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Massive Attack - Mezzanine (Circa)

Time to set foot on the misery mile. The ashes of the Bristol scene have been scattered and by the sounds of things mourning is the order of the day. Portishead's eponymous follow-up scraped the bottom of the lead lined barrel, Tricky's last two efforts have all the charm of an obscene caller muttering in your ear while he mangles his washing and label mates and Massive proteges Alpha are offering evening classes in Taking Life Too Seriously. Mezzanine might therefore seem to be yet another instalment of what is begging to be called trip-goth. But before you get the Nietzsche and packet of Bic's not so Safety Razors in give Mezzanine a chance. Its true that the opening Angel might be the musical equivalent of drowning a baby in the bath and Risingson quite possibly the most thorough put down Tricky will ever experience but Mezzanine is capable of both light and shade.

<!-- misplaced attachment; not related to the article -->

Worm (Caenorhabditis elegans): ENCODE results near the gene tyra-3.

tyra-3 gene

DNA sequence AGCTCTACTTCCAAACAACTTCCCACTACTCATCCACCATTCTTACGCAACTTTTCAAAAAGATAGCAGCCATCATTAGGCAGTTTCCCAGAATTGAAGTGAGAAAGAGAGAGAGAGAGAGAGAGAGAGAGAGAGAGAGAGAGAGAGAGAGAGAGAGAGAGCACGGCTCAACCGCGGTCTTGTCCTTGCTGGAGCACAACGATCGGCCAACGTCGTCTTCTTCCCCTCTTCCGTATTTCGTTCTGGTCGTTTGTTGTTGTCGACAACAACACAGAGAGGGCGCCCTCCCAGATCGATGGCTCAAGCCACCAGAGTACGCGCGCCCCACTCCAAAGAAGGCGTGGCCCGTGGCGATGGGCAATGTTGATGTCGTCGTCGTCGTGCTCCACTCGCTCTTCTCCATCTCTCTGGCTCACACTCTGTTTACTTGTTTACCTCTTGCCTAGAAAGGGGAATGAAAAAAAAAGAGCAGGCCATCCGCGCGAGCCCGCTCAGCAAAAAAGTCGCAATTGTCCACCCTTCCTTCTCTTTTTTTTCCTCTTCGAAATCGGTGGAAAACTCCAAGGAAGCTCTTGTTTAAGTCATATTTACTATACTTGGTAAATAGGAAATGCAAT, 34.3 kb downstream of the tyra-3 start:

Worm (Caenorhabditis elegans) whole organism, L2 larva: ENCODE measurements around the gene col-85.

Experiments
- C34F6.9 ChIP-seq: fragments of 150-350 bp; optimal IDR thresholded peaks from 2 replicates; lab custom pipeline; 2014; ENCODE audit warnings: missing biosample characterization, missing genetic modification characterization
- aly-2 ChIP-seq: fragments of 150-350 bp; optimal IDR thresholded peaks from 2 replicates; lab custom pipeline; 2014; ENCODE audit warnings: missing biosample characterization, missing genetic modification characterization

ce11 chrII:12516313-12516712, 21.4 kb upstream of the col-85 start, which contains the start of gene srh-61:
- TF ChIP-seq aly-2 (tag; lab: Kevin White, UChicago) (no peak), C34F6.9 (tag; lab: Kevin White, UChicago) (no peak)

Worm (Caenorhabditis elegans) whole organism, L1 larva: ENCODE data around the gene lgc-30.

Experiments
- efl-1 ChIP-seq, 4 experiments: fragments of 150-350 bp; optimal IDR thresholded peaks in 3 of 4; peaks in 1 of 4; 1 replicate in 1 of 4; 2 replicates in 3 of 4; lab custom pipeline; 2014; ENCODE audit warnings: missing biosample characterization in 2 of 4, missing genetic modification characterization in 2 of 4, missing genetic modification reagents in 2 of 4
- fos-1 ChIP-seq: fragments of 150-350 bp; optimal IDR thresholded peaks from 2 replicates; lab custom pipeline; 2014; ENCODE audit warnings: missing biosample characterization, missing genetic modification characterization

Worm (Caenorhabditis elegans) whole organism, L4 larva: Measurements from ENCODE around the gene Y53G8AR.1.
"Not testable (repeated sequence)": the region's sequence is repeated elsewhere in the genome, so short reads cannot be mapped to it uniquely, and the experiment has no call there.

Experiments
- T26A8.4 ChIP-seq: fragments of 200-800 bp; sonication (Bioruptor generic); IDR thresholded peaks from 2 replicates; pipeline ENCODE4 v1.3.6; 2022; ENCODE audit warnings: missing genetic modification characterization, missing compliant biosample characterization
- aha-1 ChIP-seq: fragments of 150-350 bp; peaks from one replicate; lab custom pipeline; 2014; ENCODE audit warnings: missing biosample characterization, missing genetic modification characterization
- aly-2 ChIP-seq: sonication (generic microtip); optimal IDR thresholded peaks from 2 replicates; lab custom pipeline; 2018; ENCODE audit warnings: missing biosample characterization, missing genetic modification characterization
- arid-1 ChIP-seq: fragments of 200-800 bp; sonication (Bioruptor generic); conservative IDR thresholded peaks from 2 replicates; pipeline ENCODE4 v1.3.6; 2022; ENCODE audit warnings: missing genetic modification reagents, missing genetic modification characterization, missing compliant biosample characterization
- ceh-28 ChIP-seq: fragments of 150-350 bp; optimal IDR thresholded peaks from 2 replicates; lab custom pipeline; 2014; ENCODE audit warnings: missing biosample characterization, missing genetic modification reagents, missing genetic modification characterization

Its only on Teardrop, the third track in where all sensible men and women brace themselves for the warbling of ex-Cocteau Twin Elizabeth Fraser - a woman who normally sings like her tongue has been fused to the roof of her mouth - that suddenly you realise two things: one she can speak English like an adult human being, two, when she sings it's like bright light sidling under a pair of rippling black curtains. This is, depending on your viewpoint Massive Attack's biggest problem, while Beth Gibbon sounds like she's going to slash her wrists and Tricky like he's drinking her blood, Massive Attack, despite the Cure sample, don't give the impression that they're fully paid up members of the Joy Division fanclub. So despite the giddy rush of drums and cable-thick guitars of Inertia Creeps or the dissolving chaos of Group Four, Mezzanine sounds more like a guard than an inmate. It is dark out there, at times, but as any white coat wearing scientist will tell you, darkness is only the absence of light and Mezzanine, is both light and shade.

by Robert Lowe